Observation Friday: Long Island officials sign agreement to protect Oyster Bay and Cold Spring Harbor

This past Wednesday, elected officials representing 14 municipalities in Long Island formally established the Oyster Bay/Cold Spring Harbor Protection Committee. The signing of the Inter-Municipal Agreement codifies the relationship between the municipalities who have been working together since January 2010 at the recommendation of Friends of the Bay.

Village of Mill Neck Mayor Peter Quick signing the agreement with Oyster Bay Town Councilman Chris Coschignano and Eric Swenson, Chair of the Committee, looking on
Photo: Rob Crafa

The mission of the Oyster Bay/Cold Spring Harbor Protection Committee is to improve the health of Oyster Bay and Cold Spring Harbor by coordinating the efforts of all municipalities in the watershed and engaging the public. This will be accomplished by: sharing information, technology and ideas; developing and implementing best management practices, developing and adopting model ordinances, actively pursuing grants, partnerships and other sources of support for the watershed; and, enhancing awareness through educational outreach and stewardship.

Oyster Bay and Cold Spring Harbor are extremely important ecologically and economically to New York State, and the Committee will work to preserve and protect these important natural resources. Mill Neck, Oyster Bay, and Cold Spring Harbor are designated as Significant Coastal Fish and Wildlife Habitat by the New York State Department of State. Oyster Bay and Cold Spring Harbor is also home to the 3,200 acre Oyster Bay National Wildlife Refuge, the largest of the Long Island National Wildlife Refuge Complex. More than 126 bird species have been documented in the refuge, including Osprey, a New York State species of concern. Additionally, the refuge is home to one of the largest populations of diamondback terrapins on Long Island.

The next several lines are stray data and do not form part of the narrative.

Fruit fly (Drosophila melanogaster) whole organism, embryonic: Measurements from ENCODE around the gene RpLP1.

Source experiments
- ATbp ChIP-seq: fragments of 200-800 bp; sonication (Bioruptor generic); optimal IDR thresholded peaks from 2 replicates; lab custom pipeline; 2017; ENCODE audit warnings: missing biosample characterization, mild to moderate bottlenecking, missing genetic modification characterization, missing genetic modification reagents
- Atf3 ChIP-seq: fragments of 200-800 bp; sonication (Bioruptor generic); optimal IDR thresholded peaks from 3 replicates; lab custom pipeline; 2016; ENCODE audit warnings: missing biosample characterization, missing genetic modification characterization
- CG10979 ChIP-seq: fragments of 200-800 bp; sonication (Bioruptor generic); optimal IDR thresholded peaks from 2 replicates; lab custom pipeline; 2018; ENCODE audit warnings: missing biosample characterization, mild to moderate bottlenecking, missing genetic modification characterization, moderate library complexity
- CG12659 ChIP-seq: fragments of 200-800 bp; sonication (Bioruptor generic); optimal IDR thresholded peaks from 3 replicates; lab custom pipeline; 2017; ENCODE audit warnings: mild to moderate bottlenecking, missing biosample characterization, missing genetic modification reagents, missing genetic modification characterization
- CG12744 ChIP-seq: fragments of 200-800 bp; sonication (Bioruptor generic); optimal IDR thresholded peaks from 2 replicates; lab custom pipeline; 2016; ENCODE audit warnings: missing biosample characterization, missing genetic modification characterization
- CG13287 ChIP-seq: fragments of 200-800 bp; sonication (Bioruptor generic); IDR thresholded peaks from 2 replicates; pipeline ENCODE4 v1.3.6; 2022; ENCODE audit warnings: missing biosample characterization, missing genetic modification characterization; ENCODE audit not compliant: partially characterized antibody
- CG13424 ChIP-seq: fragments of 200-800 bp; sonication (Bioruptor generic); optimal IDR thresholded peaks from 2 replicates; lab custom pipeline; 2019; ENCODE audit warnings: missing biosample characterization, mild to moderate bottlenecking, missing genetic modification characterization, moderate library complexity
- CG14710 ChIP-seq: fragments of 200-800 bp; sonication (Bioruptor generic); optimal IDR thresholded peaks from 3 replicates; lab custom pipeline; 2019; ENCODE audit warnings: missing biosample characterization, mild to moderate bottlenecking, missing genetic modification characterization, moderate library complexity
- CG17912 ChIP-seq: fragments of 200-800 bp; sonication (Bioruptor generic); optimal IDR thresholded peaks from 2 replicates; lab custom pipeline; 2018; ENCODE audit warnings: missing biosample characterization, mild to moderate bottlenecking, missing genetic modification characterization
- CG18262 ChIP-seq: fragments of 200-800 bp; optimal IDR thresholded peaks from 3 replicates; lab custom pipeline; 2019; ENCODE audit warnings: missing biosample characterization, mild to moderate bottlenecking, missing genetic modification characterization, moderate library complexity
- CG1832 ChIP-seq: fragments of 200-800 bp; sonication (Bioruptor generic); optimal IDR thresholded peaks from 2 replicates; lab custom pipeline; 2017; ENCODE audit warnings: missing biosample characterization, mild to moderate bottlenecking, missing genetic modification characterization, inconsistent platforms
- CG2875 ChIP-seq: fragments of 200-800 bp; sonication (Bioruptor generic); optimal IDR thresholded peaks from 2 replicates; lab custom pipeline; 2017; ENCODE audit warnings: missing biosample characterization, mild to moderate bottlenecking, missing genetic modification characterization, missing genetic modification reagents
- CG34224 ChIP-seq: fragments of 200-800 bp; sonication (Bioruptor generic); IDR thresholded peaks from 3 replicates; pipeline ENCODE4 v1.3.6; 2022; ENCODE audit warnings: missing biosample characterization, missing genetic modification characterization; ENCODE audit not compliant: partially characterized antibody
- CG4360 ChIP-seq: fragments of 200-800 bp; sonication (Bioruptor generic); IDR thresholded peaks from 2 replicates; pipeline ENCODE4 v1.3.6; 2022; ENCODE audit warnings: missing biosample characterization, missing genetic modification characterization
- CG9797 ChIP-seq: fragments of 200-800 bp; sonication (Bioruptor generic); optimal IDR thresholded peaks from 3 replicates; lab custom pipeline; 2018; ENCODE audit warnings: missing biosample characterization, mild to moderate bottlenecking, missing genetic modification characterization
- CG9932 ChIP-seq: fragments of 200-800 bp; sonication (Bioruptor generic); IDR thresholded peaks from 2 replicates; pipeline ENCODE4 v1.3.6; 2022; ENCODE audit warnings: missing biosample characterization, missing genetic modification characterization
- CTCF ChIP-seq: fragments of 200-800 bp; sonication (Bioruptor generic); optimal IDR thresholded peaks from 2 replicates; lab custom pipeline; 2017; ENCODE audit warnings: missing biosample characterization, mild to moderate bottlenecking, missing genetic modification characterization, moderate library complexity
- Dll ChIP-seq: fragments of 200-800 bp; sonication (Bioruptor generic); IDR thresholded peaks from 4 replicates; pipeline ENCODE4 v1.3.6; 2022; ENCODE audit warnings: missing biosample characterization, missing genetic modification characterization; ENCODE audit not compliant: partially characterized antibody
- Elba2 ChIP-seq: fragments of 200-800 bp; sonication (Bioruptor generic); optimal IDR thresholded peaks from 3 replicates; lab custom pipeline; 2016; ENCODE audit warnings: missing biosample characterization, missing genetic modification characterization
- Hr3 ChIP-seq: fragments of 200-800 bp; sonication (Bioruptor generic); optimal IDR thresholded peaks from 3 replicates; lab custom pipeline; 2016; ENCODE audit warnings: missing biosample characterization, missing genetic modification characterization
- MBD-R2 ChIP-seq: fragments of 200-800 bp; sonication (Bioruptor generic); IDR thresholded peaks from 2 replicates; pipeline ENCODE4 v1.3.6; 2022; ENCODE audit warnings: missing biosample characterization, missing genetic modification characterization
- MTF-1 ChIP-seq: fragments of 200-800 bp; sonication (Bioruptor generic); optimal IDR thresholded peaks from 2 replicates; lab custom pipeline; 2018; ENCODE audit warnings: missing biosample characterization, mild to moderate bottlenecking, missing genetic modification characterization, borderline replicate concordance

Photo: NASA
Diamondback Terrapin
Photo: NOAA

The Bay and Harbor are also extremely important for New York State’s shellfishing industry. It is estimated that 90 percent of the oysters harvested in New York State come from these waters, with the only remaining commercial oyster farm in the state located within the Oyster Bay National Wildlife Refuge. Additionally, 33 percent of New York State’s clam harvest comes from Oyster Bay and Cold Spring Harbor.

Inter-municipal partnerships like the Oyster Bay/Cold Spring Harbor Protection Committee have effectively enhanced conservation efforts across the country. Two successful local examples are the neighboring Hempstead Harbor Protection Committee formed in 1995 and the Manhasset Bay Protection Committee created in 1998. Working together the municipalities identified priority sources of pollution and implemented solutions that dramatically improved water quality with the support of numerous grants.

The group after signing the Inter-Municipal Agreement
Photo: Rob Crafa

Funding to create the Committee and hire the first part-time coordinator was provided by the Long Island Sound Futures Fund, which is administered by the National Fish and Wildlife Foundation.  The grant was applied for by the Town of Oyster Bay.

To learn more about the Oyster Bay/Cold Spring Harbor Protection Committee visit: www.oysterbaycoldspringharbor.org.

Posted by Eric Swenson, chairman of the Oyster Bay/Cold Spring Harbor Protection Committee

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